20 years can't dim the horror

Published July 19, 1992|Updated Oct. 11, 2005

Olympic innocence died 20 years ago, a victim of human evolution and terrorist bullets.

Munich was my first Games. I was 33, a New York-based Associated Press reporter a year and a half from becoming sports columnist at the St. Petersburg Times.

My immediate Munich assignment was swimming, and for nine days the story was a Mark Spitz waterfall of seven Olympic gold medals and seven world records.

On the 10th day, I was to rest. Swimming was over, and I was going to downtown Munich to photograph the New Gothic beauty of City Hall and cruise the upscale / artsy Schwabing neighborhood and see brownstone buildings with a besmirched history as 1930s headquarters to Adolf Hitler's rising Nazi onslaught.

As I splashed on after shave, the phone rang in my 8-by-10 press village suite. It was AP sports editor Bob Johnson, a leathery former Marine who, as the wire service's Dallas bureau chief in 1963, had orchestrated coverage of the Kennedy assassination.

"Get your tail to the office," Johnson said. "All hell is breaking loose. Forget taking a day off. Terrorists are loose in the athletes' village. If you ever wanted to be a war correspondent, this could be your chance."

It was Sept. 5, 1972.

Black Tuesday.

Eight invaders, disguised as Olympic athletes, had bounded over an unguarded 78-inch chain-link fence. In seemingly peaceful pre-dawn, Arab assassins slithered among two-story dorms housing competitors from 55 nations. They honed in on Building 31, where Israel's team was sleeping.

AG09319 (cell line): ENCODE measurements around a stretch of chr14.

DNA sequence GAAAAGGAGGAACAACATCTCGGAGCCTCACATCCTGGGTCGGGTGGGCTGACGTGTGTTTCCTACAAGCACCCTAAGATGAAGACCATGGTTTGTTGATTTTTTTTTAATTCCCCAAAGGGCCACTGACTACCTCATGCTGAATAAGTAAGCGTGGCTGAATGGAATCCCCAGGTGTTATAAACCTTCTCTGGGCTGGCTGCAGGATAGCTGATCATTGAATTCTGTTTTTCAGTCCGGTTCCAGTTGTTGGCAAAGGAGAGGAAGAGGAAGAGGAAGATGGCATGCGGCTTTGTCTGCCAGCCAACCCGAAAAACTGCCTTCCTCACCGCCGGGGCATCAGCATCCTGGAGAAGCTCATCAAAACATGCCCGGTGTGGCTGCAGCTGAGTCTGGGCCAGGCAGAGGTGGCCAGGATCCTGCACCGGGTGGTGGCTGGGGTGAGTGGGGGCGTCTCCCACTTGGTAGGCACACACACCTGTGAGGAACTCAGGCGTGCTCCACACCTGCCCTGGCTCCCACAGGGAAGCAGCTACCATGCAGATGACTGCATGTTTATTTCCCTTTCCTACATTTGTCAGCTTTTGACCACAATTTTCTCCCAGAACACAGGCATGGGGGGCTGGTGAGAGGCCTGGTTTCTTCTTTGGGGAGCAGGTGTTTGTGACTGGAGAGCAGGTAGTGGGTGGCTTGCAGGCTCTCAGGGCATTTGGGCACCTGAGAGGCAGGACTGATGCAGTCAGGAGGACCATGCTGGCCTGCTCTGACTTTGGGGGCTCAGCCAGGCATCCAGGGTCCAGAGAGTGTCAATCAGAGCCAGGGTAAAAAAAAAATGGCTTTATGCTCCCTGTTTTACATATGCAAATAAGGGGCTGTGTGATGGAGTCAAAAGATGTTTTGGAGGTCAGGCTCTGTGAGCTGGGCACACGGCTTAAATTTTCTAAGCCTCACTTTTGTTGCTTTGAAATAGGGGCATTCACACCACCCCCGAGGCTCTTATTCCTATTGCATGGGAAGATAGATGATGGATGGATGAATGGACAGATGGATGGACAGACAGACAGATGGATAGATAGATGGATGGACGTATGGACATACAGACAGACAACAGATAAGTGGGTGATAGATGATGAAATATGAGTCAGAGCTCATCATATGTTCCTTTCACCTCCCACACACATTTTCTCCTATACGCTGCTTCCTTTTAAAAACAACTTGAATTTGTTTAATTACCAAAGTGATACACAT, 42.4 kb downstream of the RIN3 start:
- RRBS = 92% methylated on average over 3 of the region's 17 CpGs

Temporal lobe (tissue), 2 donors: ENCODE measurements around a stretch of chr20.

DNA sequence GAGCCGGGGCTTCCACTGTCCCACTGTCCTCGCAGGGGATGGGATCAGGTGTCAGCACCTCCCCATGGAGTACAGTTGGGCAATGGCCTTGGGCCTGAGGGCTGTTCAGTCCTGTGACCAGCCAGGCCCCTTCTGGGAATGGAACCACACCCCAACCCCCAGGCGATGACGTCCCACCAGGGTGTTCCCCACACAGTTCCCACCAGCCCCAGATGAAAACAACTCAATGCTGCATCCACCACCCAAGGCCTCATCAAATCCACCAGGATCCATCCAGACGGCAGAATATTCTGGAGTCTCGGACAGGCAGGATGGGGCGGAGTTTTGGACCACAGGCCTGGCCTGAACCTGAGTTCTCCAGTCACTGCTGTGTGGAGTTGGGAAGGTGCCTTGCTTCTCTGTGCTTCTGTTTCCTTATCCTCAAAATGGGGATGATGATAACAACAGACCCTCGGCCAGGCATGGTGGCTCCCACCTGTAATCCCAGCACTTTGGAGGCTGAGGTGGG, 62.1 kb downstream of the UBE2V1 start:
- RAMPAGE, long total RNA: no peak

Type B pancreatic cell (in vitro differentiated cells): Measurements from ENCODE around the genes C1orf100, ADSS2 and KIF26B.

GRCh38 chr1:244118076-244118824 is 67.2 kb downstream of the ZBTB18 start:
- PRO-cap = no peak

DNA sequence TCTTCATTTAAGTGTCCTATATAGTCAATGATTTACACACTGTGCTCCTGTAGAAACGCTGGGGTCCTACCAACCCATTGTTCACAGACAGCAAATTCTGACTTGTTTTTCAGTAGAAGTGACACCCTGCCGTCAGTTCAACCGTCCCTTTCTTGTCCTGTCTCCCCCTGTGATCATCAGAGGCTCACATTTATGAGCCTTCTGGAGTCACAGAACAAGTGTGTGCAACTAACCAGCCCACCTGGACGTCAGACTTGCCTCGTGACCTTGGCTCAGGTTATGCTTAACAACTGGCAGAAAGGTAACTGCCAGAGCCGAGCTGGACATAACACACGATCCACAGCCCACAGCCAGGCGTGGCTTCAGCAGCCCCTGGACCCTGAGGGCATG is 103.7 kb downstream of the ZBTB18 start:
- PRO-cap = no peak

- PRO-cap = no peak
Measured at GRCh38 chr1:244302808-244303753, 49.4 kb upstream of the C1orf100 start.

A nightmare soon broke in.

"Instinctively, I knew it was an Arab raid," weightlifter Tuvia Sokolsky said. "I heard my friends yelling, "Get out! Escape!' I couldn't get my window open, so I smashed it and got away."

Eleven wouldn't be so lucky.

Hand-to-hand combat ensued, and then gunfire. Sportsmen fell dead, and others became Arab hostages. Soon, the world awoke aghast as AP bulletins and network broadcasts from Munich reported the developing horror.

Black September agents, hoods on heads and machine guns on shoulders, were demanding the release of 200 political prisoners. Israeli prime minister Golda Meir said it was a game she wouldn't play.

A preamble to tragedy.

Sixteen men eventually would die, 11 Olympians and five terrorists. Monday's sport had evolved into Tuesday's catastrophe.

"You sports writers are now all hard-news guys," Johnson said at a staff briefing.

My AP boss gazed though a fifth-floor window of Olympic Press Center, an unimpeded view across 200 yards of open field to the athletes' village and Building 31. With binoculars, we saw a hooded terrorist on a balcony.

"Police are closing the village to everybody," Johnson said. "We've got to do everything to get AP reporters in there. This is a monster story."

That was hours before we knew how Black Tuesday would end, and how many would die.

Olympic Games never would be the same. Professionalism was beginning to shove aside amateurs at the highest level of sport. Commercialism soon would be the primary Olympic fuel. And, that Tuesday in Munich, terrorism became a reality to be forever feared.

Will Grimsley, a sweet-talking Tennessean and AP's most experienced sports writer, convinced German soldiers that he belonged in the village.

"Karol Stonger is young and small," Johnson said of another AP reporter, "so maybe we can fool the guards into admitting her, thinking she is a gymnast or something.

"But we need a U.S.A. team jacket."

For the previous nine days at Olympic Schwimmhalle, my free-lance aide had been Debbie Meyer, a triple-gold-medal American swimmer at the Mexico City Games four years before. She had a U.S.A. jacket, so Stonger borrowed it and slipped inside the village, which had become an armed camp.